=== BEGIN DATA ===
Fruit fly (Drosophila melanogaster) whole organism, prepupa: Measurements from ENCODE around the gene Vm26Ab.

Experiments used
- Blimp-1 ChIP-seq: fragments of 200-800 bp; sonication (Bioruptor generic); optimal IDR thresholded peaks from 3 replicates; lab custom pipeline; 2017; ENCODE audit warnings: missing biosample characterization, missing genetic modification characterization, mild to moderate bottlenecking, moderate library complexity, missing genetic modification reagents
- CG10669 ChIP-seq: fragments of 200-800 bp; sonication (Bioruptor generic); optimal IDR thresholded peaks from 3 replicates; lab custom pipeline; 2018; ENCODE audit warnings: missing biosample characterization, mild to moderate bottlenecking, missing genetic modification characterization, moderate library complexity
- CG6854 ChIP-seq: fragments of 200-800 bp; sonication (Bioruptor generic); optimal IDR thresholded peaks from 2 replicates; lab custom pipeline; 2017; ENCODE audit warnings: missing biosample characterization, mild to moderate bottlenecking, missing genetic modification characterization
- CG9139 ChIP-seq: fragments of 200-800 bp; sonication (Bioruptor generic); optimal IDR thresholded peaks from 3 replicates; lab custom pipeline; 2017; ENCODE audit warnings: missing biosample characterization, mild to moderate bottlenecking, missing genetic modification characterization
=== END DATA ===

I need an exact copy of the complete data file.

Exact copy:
Fruit fly (Drosophila melanogaster) whole organism, prepupa: Measurements from ENCODE around the gene Vm26Ab.

Experiments used
- Blimp-1 ChIP-seq: fragments of 200-800 bp; sonication (Bioruptor generic); optimal IDR thresholded peaks from 3 replicates; lab custom pipeline; 2017; ENCODE audit warnings: missing biosample characterization, missing genetic modification characterization, mild to moderate bottlenecking, moderate library complexity, missing genetic modification reagents
- CG10669 ChIP-seq: fragments of 200-800 bp; sonication (Bioruptor generic); optimal IDR thresholded peaks from 3 replicates; lab custom pipeline; 2018; ENCODE audit warnings: missing biosample characterization, mild to moderate bottlenecking, missing genetic modification characterization, moderate library complexity
- CG6854 ChIP-seq: fragments of 200-800 bp; sonication (Bioruptor generic); optimal IDR thresholded peaks from 2 replicates; lab custom pipeline; 2017; ENCODE audit warnings: missing biosample characterization, mild to moderate bottlenecking, missing genetic modification characterization
- CG9139 ChIP-seq: fragments of 200-800 bp; sonication (Bioruptor generic); optimal IDR thresholded peaks from 3 replicates; lab custom pipeline; 2017; ENCODE audit warnings: missing biosample characterization, mild to moderate bottlenecking, missing genetic modification characterization